Long & Strong is pleased to bring you a conversation with nationally ranked discus thrower Kevin Fitzpatrick. ENJOY!
L&S: Kevin, can you give us a your annual progression of marks, titles, teams made?
KF: First I would like to thank you Glenn, for giving throwers a forum to express our ideas and views (My pleasure Kevin, I benefit too.- GT).
Age Year School/Club Performance Teams/Nationals/Honors
13 1983 Jr.H.S. 119'11"
14 1984 Jr.H.S. 134'10"
15 1985 H.S. 149'08" FL State Champ. 12th
16 1986 H.S. 177'06" FL State Champ. 1st
17 1987 H.S. 181'3" FL State Champ. 3rd
18 1988 H.S. 197'4" FL State Champ. 1st
*FL Class 3A State Record, Discus All-American T&F News, Golden South and Golden West Champion
19 1989 Univ. of Tenn. 186'7"
20 1990 UT 185'6"
21 1991 UT 190'3" NCAA 9th, USA 18th
NCAA Team Champions
22 1992 UT 202'5" NCAA 5th, Oly Trials 10th
NCAA Team Runner-up
23 1993 Star & Stripes 194'10" USA 9th
24 1994 SSTC 205'2" USA 4th
25 1995 SSTC 205'11" USA 5th
World University Games 5th
26 1996 SSTC 210'11" USA 7th
27 1997 SSTC 214'1" USA 6th
L&S: You are exclusively a disc thrower at this point? Why so?
KF: In my time at the University of Tennessee I did all the throwing events. I felt that it was important to do whatever it took to help the team win, that was the most important thing at that time. After college I just went with my first love and that was the discus. I never considered any of the other throwing events. It was more of a direction that I took than a decision I made. I was never the best discus thrower coming out of college. Kamy Keshmiri, John Nichols, Brent Patera were all ahead of me along with Washington, Buncic, Gravelle, Meyer, Heisler, Muse, and Blutreich. I felt I was closer to the peak of this mountian than I was in any of the other events. I just wanted to be the best discus thrower that I could be and it never entered into my mind to choose.
L&S: Can you give us some personal bests in the popular lifts? What is your general weight-training philosophy?
KF: Front Squat- 405, Hang Snatch- 297, Incline Bench- 365 for a triple, Back Squat- 520 for six, Jerk- 385, Clean- 365, Bench Pull (Flat Row)- 264 for three sets of six
L&S: Do you have a particular philosophy/plan in your weight training?
KF: Yes, what does not kill me only makes me stronger. But this only good in off-season training and has place me in trouble during the season before. I had problems creating a good base last fall because of personal issues. I think that it showed in the latter part of the season, the stamina was not there.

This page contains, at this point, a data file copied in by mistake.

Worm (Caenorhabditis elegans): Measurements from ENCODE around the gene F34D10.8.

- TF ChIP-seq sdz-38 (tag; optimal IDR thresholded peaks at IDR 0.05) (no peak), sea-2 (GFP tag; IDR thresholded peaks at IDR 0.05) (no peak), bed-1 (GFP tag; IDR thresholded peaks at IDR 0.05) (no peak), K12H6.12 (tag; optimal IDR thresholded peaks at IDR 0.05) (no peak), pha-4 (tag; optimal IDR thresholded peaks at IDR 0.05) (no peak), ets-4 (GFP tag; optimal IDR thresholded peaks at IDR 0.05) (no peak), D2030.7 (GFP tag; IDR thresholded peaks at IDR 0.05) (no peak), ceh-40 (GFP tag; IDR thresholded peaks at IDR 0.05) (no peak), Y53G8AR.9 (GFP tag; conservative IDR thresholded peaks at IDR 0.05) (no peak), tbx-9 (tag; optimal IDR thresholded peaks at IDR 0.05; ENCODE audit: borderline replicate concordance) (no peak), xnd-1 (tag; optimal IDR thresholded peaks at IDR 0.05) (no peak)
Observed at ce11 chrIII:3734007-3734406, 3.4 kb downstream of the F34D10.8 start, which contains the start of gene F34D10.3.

If you are going to compete at this level you must train year round. Taking time off only turns into to taking more time to get back to where you were and beyond. You can vary different types of workouts during the downtime to help the body recover. It can be a rehab session for the body where it heals from the heavy work of the year before and gets ready for the year ahead. I went to a program of single lim training for my 5week down time. This is where each lift is done by one arm or leg at a time including your pulls. By the time the five weeks were up and I was ready for my base training, I felt great. No time off but the body and mind was rested.
L&S: Give us some insight into your training outside the weightroom.
KF: I try to do a lot of position strength throws with weighted implements. Also hold the weighted implements in a position that is hard to hold and the start slowly from there into the throw. Really trying to feel the muscles that are used in that position. I also do a good bit of running and play golf and tennis.
L&S: You are a product of the Tennessee program. Give our visitors an idea what its like to spend four years in that program.
KF: When you go to a program like a Tennessee, the day you walk through that door you are expected to do what ever you can to help the team win a national title. Your are expected to take care of what ever is outside of track and field and not to bring it to practice nor competitions. Everything that is done by the coaches, by the athletes, and by the trainers effects the road to a conference and national team championship. This was made very clear to me before I signed to Tennessee. This ideology lead us to the 91 SEC and NCAA Championship and the 1992 Runner-up. That is something I am very proud of and will always cherish.